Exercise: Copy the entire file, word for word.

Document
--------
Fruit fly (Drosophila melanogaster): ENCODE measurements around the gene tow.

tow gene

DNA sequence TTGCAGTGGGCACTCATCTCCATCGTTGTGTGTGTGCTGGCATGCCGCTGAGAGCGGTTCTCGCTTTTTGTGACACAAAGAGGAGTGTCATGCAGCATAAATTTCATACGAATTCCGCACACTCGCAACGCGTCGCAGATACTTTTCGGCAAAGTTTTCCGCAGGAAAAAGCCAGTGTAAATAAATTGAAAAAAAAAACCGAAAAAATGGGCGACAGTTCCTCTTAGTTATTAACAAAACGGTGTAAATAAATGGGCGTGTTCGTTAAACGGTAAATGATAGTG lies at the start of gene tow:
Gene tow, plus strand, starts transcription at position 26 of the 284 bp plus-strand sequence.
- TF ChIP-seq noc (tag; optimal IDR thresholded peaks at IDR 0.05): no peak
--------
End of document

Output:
Fruit fly (Drosophila melanogaster): ENCODE measurements around the gene tow.

tow gene

DNA sequence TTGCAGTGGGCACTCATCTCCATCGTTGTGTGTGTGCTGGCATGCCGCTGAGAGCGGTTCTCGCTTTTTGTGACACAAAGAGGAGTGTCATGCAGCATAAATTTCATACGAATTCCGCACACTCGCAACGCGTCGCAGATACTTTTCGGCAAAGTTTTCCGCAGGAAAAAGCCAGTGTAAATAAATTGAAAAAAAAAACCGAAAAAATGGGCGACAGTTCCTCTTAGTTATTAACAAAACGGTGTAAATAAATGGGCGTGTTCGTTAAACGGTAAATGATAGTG lies at the start of gene tow:
Gene tow, plus strand, starts transcription at position 26 of the 284 bp plus-strand sequence.
- TF ChIP-seq noc (tag; optimal IDR thresholded peaks at IDR 0.05): no peak